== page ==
"It is...Our will that Catholics should abstain from certain appellations which have recently been brought into use to distinguish one group of Catholics from another. They are to be avoided not only as 'profane novelties of words,' out of harmony with both truth and justice, but also because they give rise to great trouble and confusion among Catholics. Such is the nature of Catholicism that it does not admit of more or less, but must be held as a whole or as a whole rejected: 'This is the Catholic faith, which unless a man believe faithfully and firmly; he cannot be saved' (Athanasian Creed). There is no need of adding any qualifying terms to the profession of Catholicism: it is quite enough for each one to proclaim 'Christian is my name and Catholic my surname,' only let him endeavour to be in reality what he calls himself." -- Pope Benedict XV, Ad Beatissimi Apostolorum 24 (1914)

Monday, May 14, 2012

Fellay visits Rome ahead of cardinals’ decision on proposed modifications to doctrinal preamble

The Superior of the Society of St. Pius X was received by the Ecclesia Dei commission last weekend


One more step has been taken towards a resolution of the crisis, which the Pope has been pushing for. Bishop Bernard Fellay, the Superior of the Society of St. Pius X was in Rome this weekend, for a meeting with Pontifical commission Ecclesia Dei. Vatican Insider has learnt that during the meeting, attendees discussed some of the modifications Fellay had proposed for the doctrinal preamble. The outcome seems to have been positive. In the morning of Wednesday 16 May, the Feria Quarta meeting will be held in the Palace of the Holy Office. The Feria Quarta is a meeting between cardinals and bishops of the Congregation for the Doctrine of the Faith, who have been called to express their views on the modifications to the text that was sent to the Lefebvrian superior. The result of the discussions will be communicated to the Pope a few days later. The meeting will be attended by cardinals and bishops of the Roman Curia and from important dioceses, including Cardinals Jean-Pierre Ricard, Archbishop of Bordeaux and Christoph Schönborn, Archbishop of Vienna.

The Prefect of the Congregation, William Levada, who has reached the end of his mandate, will deliver the opinions expressed by each one of the fathers of the Feria Quarta, to Benedict XVI by hand. The Pope will then be able to assess not only the outcome of the final vote, but each individual’s decision as well, in order to make a completely independent decision. Apparently, the modifications proposed by Mgr. Fellay stress the importance of tradition as a stable element. The preamble, which was the starting point for the discussions, formed the core part of the doctrinal aspect of the agreement that was signed in 1988 by Mgr. Marcel Lefebvre. Lefebvre said he “accepted the doctrine contained in point No.25 of the Second Vatican Council’s dogmatic Constitution Lumen Gentium, on the teachings of the Church and the compulsory compliance to these teachings.” With regard to the disagreement over some conciliar passages, he stated: “In terms of certain points taught by the Second Vatican Council or which regard subsequent liturgical and law reforms that do not seem to correspond with tradition; we strive to adopt a positive and communicative attitude towards the Apostolic See, avoiding any disputes.”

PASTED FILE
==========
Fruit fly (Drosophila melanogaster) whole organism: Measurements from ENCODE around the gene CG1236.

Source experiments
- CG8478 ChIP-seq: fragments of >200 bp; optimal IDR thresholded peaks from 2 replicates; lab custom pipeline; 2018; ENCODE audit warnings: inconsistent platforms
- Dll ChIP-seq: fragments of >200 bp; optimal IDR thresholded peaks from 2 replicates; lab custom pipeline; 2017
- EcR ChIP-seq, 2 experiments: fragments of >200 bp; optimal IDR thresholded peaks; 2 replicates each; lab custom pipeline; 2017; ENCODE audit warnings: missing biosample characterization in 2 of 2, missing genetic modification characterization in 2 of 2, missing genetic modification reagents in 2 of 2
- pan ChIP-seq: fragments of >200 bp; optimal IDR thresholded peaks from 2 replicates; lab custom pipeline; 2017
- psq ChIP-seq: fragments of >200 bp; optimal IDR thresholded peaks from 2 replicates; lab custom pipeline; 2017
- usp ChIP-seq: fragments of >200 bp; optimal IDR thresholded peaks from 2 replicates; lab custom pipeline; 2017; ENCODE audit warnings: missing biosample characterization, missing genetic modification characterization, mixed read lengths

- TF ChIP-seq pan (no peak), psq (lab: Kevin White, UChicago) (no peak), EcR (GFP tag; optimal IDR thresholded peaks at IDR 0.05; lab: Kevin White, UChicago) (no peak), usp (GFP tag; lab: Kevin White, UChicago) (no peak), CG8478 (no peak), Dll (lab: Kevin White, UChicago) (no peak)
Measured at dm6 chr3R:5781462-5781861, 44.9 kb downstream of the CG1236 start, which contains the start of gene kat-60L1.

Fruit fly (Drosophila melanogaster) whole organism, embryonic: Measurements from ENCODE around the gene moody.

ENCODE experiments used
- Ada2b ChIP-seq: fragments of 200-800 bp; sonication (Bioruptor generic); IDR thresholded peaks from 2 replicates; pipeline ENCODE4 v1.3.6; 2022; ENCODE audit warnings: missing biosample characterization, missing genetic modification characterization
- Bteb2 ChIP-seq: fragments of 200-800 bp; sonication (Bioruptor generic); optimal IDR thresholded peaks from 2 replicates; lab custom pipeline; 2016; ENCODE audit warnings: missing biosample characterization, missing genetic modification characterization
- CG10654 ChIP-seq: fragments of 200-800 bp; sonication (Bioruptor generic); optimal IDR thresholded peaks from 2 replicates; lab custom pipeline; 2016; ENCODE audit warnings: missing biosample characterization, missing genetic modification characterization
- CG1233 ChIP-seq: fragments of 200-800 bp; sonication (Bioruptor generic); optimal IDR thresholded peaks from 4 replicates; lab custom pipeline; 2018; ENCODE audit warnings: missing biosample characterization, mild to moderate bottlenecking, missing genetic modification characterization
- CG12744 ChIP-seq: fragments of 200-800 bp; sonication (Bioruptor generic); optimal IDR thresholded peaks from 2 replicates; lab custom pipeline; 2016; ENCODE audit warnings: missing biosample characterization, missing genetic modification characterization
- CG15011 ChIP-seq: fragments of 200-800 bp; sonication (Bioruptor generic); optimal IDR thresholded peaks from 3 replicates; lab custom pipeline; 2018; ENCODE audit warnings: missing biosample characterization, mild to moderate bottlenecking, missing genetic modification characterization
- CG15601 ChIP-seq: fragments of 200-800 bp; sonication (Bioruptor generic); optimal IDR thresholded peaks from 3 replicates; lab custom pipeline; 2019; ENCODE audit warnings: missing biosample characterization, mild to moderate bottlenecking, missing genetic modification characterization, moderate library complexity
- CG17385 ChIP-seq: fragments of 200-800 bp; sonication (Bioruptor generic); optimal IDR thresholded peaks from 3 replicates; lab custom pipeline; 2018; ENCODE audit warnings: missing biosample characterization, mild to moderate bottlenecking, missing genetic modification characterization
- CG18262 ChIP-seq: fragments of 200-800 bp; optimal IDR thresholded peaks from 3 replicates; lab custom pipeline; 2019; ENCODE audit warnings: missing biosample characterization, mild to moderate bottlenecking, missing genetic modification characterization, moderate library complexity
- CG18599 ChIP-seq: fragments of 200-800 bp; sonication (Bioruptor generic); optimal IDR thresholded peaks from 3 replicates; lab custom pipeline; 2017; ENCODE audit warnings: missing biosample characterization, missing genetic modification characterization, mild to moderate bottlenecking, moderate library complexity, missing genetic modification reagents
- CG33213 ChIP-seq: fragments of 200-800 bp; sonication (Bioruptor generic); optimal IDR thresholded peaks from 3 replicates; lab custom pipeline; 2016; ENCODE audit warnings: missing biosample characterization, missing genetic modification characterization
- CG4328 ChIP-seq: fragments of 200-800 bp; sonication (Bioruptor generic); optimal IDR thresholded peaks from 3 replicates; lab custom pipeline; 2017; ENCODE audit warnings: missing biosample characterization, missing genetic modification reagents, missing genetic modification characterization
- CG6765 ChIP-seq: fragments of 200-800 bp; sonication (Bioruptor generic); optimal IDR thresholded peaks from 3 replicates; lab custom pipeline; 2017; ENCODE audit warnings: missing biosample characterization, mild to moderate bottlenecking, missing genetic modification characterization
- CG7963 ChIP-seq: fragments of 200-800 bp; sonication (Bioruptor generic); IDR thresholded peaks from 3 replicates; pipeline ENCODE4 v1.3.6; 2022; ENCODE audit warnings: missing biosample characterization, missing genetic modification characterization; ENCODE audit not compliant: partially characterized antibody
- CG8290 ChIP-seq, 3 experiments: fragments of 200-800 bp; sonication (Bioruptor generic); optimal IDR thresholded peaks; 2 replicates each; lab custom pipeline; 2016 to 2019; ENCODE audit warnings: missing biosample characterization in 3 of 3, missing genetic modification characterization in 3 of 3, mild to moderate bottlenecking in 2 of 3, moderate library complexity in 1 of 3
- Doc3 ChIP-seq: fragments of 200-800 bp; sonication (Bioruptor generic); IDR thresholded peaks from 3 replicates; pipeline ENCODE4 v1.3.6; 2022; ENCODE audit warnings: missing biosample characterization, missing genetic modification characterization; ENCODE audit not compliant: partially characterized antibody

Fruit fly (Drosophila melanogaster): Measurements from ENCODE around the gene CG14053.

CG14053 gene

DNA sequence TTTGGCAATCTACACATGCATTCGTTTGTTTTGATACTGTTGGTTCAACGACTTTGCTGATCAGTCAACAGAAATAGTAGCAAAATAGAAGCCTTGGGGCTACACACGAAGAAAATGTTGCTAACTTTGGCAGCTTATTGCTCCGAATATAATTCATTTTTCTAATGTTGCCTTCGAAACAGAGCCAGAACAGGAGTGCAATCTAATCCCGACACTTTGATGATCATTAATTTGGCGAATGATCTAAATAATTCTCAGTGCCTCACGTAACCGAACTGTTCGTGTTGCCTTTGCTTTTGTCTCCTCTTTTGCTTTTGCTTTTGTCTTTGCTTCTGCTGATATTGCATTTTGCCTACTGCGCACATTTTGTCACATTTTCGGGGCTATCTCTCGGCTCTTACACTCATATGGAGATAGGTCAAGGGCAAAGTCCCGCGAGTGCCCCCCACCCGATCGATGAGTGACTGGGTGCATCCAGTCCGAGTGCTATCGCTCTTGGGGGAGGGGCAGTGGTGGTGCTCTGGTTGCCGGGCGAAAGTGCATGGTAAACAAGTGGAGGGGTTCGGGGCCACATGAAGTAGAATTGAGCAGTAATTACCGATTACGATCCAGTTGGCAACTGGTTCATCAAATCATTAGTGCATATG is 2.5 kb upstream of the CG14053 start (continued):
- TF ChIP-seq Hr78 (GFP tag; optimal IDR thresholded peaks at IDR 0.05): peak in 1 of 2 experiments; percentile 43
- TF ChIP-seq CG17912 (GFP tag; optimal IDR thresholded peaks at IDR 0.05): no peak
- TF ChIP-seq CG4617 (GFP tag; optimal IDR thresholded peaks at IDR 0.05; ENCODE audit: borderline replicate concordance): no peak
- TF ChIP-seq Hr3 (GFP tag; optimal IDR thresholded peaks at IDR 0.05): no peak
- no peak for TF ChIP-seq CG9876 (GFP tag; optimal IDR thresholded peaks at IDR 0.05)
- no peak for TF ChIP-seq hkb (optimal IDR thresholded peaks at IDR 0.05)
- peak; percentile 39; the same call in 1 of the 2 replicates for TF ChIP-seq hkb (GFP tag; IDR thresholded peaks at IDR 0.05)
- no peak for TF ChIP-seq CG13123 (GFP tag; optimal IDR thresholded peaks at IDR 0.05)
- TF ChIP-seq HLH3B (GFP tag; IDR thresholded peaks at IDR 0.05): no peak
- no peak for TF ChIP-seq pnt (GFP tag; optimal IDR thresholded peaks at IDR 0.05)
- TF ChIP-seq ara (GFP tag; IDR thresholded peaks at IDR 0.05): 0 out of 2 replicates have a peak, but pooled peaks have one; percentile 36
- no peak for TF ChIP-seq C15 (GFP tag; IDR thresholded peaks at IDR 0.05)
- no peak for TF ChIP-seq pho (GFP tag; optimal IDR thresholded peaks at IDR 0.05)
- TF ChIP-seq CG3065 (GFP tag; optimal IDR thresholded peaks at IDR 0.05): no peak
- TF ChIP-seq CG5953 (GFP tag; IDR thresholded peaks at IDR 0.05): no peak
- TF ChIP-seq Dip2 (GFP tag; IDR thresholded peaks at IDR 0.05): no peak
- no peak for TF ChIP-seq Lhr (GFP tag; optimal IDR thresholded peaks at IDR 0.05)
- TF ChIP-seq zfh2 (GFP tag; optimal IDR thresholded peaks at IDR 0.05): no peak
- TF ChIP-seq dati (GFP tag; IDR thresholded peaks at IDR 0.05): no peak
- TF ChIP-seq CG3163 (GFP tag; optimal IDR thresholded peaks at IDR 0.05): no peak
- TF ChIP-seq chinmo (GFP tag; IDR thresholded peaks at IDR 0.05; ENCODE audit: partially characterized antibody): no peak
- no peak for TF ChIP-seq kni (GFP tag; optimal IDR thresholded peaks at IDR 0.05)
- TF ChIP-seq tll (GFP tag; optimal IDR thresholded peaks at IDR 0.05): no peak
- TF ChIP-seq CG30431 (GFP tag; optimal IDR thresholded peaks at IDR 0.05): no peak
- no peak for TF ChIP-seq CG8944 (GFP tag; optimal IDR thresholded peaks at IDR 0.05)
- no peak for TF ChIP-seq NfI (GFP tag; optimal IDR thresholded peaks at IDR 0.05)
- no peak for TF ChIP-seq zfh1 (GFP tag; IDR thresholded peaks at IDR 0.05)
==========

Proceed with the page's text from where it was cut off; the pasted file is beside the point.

Last minute surprises are always possible, but judging by the last Feria Quarta meeting on this issue, and the opinions expressed by bishops and cardinals, there is a good chance that the outcome will be positive. Fellay’s recent meeting with Ecclesia Dei is said to have contributed to this likelihood.

What concerned the Vatican, was the content of the letter sent a month ago to Lefebvrian Superior Fellay by bishops Tissier de Mallerays, de Gallareta and Williamson. It was a tough letter which showed aversion to an agreement. Fellay replied to this letter with an important missive in which he outlined the reasons for his decision, in response to the Pope’s personal appeal. The publication of the confidential correspondence exchanged between Fellay and the three bishops caused a great deal of concern within the Holy See because it brought to light the existence of considerable opposition to the Fraternity’s return to full communion with Rome not by individual priests but by as many as three of the four bishops ordained by Lefebvre in 1988. The very bishops whose excommunication was revoked by Benedict XVI in January 2009.

More about the content of the letters and comments mentioned in this article can be found here.

Cardinal Koch who is responsible for the dialogue between the Holy See and the Jewish world, reassures Vice-President of the Bundestag, Wolfgang Thierse. Read about this here.

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